What factors entered into TDH's decision to grant the permit?[10] The proximity of the site to Smiley High School and a residential neighborhood and the lack of air conditioning facilities at the former were emphasized to the Court. It is still unknown how much, if any, consideration TDH gave to these factors. The racial composition of the neighborhood and the racial distribution of solid waste sites in Houston were primary concerns of the plaintiffs. It remains unclear to what degree TDH was informed of these concerns.

*681 VIII. 

At this juncture, the decision of TDH seems to have been insensitive and illogical. Sitting as the hearing examiner for TDH, based upon the evidence adduced, this Court would have denied the permit. But this Court has a different role to play, and that is to determine whether the plaintiffs have established a substantial likelihood of proving that TDH's decision to issue the permit was motivated by purposeful discrimination in violation of 42 U.S.C. § 1983 as construed by superior courts. That being so, it is hereby ORDERED, ADJUDGED, and DECREED that the plaintiffs' Motion for a Preliminary Injunction be, and the same is, DENIED. For the reasons stated above, the defendants' Motions to Dismiss are also DENIED.


[1] Approximately twenty-five witnesses testified and eighty exhibits were received into evidence.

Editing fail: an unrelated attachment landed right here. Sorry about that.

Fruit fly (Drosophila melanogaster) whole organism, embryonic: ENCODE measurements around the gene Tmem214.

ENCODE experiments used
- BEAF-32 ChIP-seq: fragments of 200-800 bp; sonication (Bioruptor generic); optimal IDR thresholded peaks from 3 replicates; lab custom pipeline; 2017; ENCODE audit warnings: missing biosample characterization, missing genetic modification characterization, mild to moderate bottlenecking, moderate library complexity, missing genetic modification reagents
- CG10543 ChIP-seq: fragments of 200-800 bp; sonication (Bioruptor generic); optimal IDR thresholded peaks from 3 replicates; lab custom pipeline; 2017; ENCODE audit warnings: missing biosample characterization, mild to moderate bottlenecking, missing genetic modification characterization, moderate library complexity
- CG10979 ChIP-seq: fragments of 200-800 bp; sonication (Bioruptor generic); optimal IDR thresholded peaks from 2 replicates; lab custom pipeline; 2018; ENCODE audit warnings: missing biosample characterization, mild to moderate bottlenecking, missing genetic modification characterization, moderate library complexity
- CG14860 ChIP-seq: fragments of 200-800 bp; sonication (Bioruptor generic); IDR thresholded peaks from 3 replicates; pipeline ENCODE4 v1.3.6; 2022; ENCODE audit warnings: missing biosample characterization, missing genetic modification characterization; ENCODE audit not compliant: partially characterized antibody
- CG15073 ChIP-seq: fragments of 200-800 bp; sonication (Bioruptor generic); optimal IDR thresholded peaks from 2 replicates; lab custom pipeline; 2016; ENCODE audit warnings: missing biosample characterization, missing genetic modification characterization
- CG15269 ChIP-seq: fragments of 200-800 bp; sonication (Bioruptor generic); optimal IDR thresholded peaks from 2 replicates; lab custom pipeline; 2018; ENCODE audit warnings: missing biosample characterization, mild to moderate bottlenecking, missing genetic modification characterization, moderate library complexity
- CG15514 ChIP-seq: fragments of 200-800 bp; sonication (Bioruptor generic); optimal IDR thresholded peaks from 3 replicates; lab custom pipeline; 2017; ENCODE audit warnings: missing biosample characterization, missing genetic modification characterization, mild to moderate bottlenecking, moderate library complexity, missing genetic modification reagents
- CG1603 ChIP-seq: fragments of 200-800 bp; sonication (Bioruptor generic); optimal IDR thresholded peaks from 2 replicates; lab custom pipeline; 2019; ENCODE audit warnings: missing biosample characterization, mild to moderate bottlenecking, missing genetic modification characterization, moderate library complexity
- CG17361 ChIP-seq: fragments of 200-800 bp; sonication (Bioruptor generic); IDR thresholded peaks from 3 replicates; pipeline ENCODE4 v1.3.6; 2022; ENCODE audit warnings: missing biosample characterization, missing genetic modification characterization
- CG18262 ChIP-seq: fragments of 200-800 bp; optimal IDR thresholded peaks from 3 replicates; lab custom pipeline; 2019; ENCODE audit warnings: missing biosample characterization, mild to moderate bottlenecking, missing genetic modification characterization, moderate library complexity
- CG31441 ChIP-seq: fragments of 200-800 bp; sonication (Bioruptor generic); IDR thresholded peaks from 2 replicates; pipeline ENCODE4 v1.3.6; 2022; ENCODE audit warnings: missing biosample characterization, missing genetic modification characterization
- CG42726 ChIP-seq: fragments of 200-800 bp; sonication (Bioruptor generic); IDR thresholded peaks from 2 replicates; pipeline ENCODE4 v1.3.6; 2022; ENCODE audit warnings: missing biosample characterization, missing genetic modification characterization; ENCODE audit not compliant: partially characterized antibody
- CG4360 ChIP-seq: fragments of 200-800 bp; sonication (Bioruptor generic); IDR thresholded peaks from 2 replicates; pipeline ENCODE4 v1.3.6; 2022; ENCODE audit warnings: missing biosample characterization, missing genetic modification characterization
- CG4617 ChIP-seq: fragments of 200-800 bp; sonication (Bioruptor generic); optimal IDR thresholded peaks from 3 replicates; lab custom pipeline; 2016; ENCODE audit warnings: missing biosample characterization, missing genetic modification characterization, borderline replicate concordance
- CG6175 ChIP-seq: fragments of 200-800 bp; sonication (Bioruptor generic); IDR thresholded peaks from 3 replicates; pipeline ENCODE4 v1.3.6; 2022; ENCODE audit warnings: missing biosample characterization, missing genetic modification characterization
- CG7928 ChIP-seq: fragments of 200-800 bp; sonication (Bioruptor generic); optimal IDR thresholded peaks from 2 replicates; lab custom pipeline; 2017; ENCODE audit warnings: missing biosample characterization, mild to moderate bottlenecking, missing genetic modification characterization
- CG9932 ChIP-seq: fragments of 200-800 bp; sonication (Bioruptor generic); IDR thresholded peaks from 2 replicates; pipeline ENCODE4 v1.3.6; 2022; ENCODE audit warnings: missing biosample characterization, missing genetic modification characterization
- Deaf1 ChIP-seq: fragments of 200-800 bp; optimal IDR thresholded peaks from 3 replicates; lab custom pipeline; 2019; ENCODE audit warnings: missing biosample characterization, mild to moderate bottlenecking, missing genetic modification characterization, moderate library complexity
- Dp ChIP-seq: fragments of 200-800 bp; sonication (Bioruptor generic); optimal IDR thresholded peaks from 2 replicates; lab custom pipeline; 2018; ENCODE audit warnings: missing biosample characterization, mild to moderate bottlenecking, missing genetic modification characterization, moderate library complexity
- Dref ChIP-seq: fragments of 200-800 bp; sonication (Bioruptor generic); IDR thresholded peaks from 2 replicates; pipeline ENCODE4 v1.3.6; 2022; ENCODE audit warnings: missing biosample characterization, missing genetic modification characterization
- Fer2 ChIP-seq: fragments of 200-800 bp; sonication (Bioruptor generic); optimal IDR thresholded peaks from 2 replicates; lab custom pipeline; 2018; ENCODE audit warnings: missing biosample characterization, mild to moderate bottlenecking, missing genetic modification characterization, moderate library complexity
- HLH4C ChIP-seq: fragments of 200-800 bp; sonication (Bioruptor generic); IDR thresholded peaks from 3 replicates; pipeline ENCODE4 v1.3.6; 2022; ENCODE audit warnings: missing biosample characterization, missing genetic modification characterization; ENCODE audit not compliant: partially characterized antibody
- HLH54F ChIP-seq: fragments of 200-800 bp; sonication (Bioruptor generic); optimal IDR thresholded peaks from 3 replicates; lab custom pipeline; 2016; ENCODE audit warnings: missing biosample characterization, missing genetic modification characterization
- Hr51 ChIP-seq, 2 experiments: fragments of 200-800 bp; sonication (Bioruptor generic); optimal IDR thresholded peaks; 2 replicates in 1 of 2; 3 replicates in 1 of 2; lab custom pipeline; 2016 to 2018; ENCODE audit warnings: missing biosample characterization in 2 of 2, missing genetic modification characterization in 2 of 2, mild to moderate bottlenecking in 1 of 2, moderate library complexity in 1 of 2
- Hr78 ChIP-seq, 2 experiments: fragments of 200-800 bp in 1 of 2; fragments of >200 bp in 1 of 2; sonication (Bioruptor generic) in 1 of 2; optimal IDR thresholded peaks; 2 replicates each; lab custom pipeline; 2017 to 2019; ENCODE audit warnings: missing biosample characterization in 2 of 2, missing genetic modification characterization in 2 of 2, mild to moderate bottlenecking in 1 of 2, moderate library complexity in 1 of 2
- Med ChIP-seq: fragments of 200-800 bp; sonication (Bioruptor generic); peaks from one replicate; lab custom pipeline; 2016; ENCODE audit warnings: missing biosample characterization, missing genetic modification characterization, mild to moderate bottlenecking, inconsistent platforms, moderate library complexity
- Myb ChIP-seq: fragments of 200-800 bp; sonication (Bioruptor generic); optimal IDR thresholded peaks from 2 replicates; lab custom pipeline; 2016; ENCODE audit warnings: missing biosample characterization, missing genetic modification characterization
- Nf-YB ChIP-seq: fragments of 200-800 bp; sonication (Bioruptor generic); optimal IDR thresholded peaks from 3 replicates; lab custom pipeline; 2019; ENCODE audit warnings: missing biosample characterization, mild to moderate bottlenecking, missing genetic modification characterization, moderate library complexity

[2] Plaintiffs subsequently filed two Amended Complaints clarifying the jurisdictional bases upon which they relied and the parties they intended to name as defendants.

[3] The entrance to this proposed facility is located in the City of Houston, but the major portion of the facility is outside the city limits of Houston, located in Harris County.

[4] The Directors of Harris County Health Department and City of Houston Health Department were dismissed as parties defendant by order of December 5, 1979. Harris County Health Department, City of Houston Health Department, and Texas Department of Health were dismissed as parties defendant by Order of December 6, 1979. By Order of December 14, 1979, Oak Glen Building Company was dismissed from the action. Only the Commissioner of TDH and the private parties remain as defendants.

[5] There was considerable testimony that the plaintiffs were told and believed a shopping center or steel mill was being constructed. Photographs were introduced that clearly showed that a passerby would not be able to discern that a land fill was under construction. Further, when plaintiffs learned that a land fill site was under construction they organized, circulated petitions signed by hundreds of persons, and raised funds to oppose this construction. In light of this vociferous opposition it appears clear that if they had known about the proposed site earlier, the plaintiffs would not have hesitated to take the same type of concerted action.